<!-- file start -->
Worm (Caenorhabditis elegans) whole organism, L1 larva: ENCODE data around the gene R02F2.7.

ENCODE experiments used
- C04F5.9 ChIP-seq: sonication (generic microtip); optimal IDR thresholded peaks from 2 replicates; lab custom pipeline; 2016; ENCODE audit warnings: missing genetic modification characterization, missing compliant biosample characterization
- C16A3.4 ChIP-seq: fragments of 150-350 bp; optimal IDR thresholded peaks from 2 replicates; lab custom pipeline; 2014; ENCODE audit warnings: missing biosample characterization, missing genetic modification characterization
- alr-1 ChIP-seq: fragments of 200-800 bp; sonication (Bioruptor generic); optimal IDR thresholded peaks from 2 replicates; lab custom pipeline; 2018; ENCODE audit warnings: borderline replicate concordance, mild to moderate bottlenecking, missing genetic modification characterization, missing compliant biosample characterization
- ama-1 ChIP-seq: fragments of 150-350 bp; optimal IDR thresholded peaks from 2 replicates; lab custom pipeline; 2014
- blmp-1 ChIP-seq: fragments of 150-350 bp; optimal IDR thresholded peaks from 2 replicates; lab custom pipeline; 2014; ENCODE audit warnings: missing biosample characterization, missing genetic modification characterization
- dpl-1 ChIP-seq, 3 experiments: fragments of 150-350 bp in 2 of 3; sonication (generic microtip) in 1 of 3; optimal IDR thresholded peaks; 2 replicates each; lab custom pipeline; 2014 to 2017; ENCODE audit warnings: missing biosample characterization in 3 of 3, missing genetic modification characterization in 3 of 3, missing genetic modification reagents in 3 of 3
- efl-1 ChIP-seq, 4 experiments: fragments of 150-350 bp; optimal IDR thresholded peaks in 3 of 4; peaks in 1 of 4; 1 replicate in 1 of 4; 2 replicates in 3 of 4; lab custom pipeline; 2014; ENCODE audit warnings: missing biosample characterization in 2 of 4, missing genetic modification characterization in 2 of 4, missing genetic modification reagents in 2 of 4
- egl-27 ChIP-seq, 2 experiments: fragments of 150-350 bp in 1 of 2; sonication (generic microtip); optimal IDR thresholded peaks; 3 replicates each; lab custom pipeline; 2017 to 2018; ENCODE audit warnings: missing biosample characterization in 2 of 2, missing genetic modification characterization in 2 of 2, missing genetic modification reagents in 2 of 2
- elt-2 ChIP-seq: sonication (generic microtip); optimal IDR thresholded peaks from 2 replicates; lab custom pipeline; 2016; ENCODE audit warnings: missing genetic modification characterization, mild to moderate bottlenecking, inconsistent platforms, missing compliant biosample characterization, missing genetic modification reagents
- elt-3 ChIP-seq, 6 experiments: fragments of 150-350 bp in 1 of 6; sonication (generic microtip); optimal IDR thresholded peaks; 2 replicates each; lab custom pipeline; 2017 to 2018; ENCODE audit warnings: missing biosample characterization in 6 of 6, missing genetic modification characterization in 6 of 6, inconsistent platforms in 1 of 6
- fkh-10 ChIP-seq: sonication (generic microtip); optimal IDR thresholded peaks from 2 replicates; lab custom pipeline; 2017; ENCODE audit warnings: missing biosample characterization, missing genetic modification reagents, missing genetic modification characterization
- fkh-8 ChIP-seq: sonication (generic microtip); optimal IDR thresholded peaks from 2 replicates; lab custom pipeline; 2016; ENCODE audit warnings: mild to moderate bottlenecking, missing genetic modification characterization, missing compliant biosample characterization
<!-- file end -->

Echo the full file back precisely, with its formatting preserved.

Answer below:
Worm (Caenorhabditis elegans) whole organism, L1 larva: ENCODE data around the gene R02F2.7.

ENCODE experiments used
- C04F5.9 ChIP-seq: sonication (generic microtip); optimal IDR thresholded peaks from 2 replicates; lab custom pipeline; 2016; ENCODE audit warnings: missing genetic modification characterization, missing compliant biosample characterization
- C16A3.4 ChIP-seq: fragments of 150-350 bp; optimal IDR thresholded peaks from 2 replicates; lab custom pipeline; 2014; ENCODE audit warnings: missing biosample characterization, missing genetic modification characterization
- alr-1 ChIP-seq: fragments of 200-800 bp; sonication (Bioruptor generic); optimal IDR thresholded peaks from 2 replicates; lab custom pipeline; 2018; ENCODE audit warnings: borderline replicate concordance, mild to moderate bottlenecking, missing genetic modification characterization, missing compliant biosample characterization
- ama-1 ChIP-seq: fragments of 150-350 bp; optimal IDR thresholded peaks from 2 replicates; lab custom pipeline; 2014
- blmp-1 ChIP-seq: fragments of 150-350 bp; optimal IDR thresholded peaks from 2 replicates; lab custom pipeline; 2014; ENCODE audit warnings: missing biosample characterization, missing genetic modification characterization
- dpl-1 ChIP-seq, 3 experiments: fragments of 150-350 bp in 2 of 3; sonication (generic microtip) in 1 of 3; optimal IDR thresholded peaks; 2 replicates each; lab custom pipeline; 2014 to 2017; ENCODE audit warnings: missing biosample characterization in 3 of 3, missing genetic modification characterization in 3 of 3, missing genetic modification reagents in 3 of 3
- efl-1 ChIP-seq, 4 experiments: fragments of 150-350 bp; optimal IDR thresholded peaks in 3 of 4; peaks in 1 of 4; 1 replicate in 1 of 4; 2 replicates in 3 of 4; lab custom pipeline; 2014; ENCODE audit warnings: missing biosample characterization in 2 of 4, missing genetic modification characterization in 2 of 4, missing genetic modification reagents in 2 of 4
- egl-27 ChIP-seq, 2 experiments: fragments of 150-350 bp in 1 of 2; sonication (generic microtip); optimal IDR thresholded peaks; 3 replicates each; lab custom pipeline; 2017 to 2018; ENCODE audit warnings: missing biosample characterization in 2 of 2, missing genetic modification characterization in 2 of 2, missing genetic modification reagents in 2 of 2
- elt-2 ChIP-seq: sonication (generic microtip); optimal IDR thresholded peaks from 2 replicates; lab custom pipeline; 2016; ENCODE audit warnings: missing genetic modification characterization, mild to moderate bottlenecking, inconsistent platforms, missing compliant biosample characterization, missing genetic modification reagents
- elt-3 ChIP-seq, 6 experiments: fragments of 150-350 bp in 1 of 6; sonication (generic microtip); optimal IDR thresholded peaks; 2 replicates each; lab custom pipeline; 2017 to 2018; ENCODE audit warnings: missing biosample characterization in 6 of 6, missing genetic modification characterization in 6 of 6, inconsistent platforms in 1 of 6
- fkh-10 ChIP-seq: sonication (generic microtip); optimal IDR thresholded peaks from 2 replicates; lab custom pipeline; 2017; ENCODE audit warnings: missing biosample characterization, missing genetic modification reagents, missing genetic modification characterization
- fkh-8 ChIP-seq: sonication (generic microtip); optimal IDR thresholded peaks from 2 replicates; lab custom pipeline; 2016; ENCODE audit warnings: mild to moderate bottlenecking, missing genetic modification characterization, missing compliant biosample characterization